Tikinagan Presents at Provincial Committee
Posted: January 21st, 2020
Tikinagan Child & Family Services made its case to the Ontario government at the Ontario Legislative pre-budget consultations of the Standing Committee on Finance and Economic Affairs, held yesterday in Sioux Lookout, ON.
Tikinagan challenged the standing committee to acknowledge the remoteness of its 30 First Nation communities and financial barriers of providing service, as well as to increase funding for prevention services.
“Remoteness hinders the services we can provide, but more importantly, it creates barriers for children and families who need primary care, medical, vision and dental services to name a few,” said Thelma Morris, Tikinagan Executive Director who presented at the meeting along with Rachel Tinney, Tikinagan Associate Executive Director.
Tikinagan serves 30 fly-in and remote First Nations all north of Sioux Lookout, covering more than one-third of the province. Unlike other child welfare agencies in Ontario, there is no central, urban core to the Tikinagan jurisdiction -- an area of several hundred thousand square kilometers.
Morris: “We have children for whom it is impossible to find resources in their community or in another First Nation, whether it be for counseling, specialized appointments, or developmental needs. Doctors and specialists visit, but very infrequently; once a month, at best.”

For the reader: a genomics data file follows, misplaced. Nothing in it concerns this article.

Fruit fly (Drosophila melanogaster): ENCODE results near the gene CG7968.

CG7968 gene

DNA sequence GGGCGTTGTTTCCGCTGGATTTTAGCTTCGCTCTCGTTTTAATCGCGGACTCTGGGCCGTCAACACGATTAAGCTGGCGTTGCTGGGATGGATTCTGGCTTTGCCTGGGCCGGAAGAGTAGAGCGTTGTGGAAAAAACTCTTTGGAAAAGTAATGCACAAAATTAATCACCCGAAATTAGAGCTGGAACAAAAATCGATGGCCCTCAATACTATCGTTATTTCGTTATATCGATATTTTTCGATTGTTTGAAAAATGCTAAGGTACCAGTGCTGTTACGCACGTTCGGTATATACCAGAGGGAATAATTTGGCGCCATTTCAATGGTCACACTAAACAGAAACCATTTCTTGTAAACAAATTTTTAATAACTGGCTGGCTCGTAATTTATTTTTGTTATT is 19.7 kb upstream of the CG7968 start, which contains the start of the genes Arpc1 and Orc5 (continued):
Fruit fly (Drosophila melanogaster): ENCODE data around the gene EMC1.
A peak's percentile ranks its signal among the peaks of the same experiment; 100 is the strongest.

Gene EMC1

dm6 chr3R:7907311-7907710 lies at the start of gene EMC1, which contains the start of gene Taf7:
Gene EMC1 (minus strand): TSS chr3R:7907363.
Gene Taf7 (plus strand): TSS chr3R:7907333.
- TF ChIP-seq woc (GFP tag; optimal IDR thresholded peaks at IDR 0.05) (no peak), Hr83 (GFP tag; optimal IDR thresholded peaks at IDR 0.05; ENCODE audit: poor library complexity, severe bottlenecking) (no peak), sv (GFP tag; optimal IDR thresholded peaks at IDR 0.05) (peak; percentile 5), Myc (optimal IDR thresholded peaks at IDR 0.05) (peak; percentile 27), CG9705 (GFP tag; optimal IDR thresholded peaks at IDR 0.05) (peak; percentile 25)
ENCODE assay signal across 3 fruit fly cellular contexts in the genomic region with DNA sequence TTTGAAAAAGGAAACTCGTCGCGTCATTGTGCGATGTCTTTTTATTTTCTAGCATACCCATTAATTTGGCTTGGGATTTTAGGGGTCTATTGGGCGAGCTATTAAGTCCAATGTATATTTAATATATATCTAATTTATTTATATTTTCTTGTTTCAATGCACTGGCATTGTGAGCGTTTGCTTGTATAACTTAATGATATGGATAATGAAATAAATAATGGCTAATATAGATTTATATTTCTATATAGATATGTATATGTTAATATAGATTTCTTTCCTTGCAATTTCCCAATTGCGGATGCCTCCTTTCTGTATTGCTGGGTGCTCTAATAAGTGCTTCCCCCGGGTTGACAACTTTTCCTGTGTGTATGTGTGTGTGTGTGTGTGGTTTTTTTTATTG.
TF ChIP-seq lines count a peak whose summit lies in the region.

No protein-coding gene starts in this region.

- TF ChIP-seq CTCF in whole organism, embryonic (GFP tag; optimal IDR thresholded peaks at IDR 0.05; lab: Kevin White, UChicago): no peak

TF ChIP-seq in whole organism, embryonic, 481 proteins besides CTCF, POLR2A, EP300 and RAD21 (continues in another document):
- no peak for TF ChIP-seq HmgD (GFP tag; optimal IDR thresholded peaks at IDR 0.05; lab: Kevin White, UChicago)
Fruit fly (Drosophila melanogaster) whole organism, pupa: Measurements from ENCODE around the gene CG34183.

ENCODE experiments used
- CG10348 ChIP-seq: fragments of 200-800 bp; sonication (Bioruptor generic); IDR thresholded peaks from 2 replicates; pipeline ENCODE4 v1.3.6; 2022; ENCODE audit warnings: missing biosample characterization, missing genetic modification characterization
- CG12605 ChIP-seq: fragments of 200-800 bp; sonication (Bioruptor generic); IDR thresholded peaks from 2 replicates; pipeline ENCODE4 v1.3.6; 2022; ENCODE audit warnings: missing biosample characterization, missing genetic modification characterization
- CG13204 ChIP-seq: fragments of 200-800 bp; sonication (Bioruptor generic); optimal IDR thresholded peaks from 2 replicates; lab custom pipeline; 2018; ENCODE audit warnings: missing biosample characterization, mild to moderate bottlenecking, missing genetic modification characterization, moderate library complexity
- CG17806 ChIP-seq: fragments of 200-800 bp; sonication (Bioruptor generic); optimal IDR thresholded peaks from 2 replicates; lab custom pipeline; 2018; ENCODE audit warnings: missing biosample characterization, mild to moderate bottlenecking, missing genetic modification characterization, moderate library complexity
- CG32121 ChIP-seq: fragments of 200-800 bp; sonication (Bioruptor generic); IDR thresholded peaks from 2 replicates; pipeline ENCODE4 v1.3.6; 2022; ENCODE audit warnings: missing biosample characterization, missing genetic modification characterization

Tikinagan also highlighted the need for more prevention dollars, which is currently only $1.3-million for 30 communities, averaging less than $43,400 per community. Morris highlighted that prevention provides Tikinagan the opportunity to take a proactive approach in the work with children and families. She noted that previous prevention efforts have led to a 10 percent decline in numbers of children in care.
“We ask that the Province increase prevention funding to Tikinagan so we can build our primary prevention services,” said Morris. “This investment would strengthen our families and communities and lead to fewer families needing intervention and fewer children coming into care.
“Our communities in the north need access to resources, especially in their own community. They are hungry for opportunities to learn, get involved, and become better families. Much like our service model, we rely heavily on the community to provide the support to children and families. Our communities deserve the same resources available to them as anyone else in this province. And they shouldn’t have to travel to access them.”
The standing committee consists of nine Members of the Provincial Parliament, including Sol Mamakwa of the Kiiwetinoong riding which Tikinagan serves.
Along with Tikinagan, some of the other organizations who work in Tikinagan communities who presented included: Independent First Nations Alliance, Kwayaciiwin Education Resource Centre, KNet Sioux Lookout Meno Ya Win Health Centre, and Sioux Lookout First Nations Health Authority.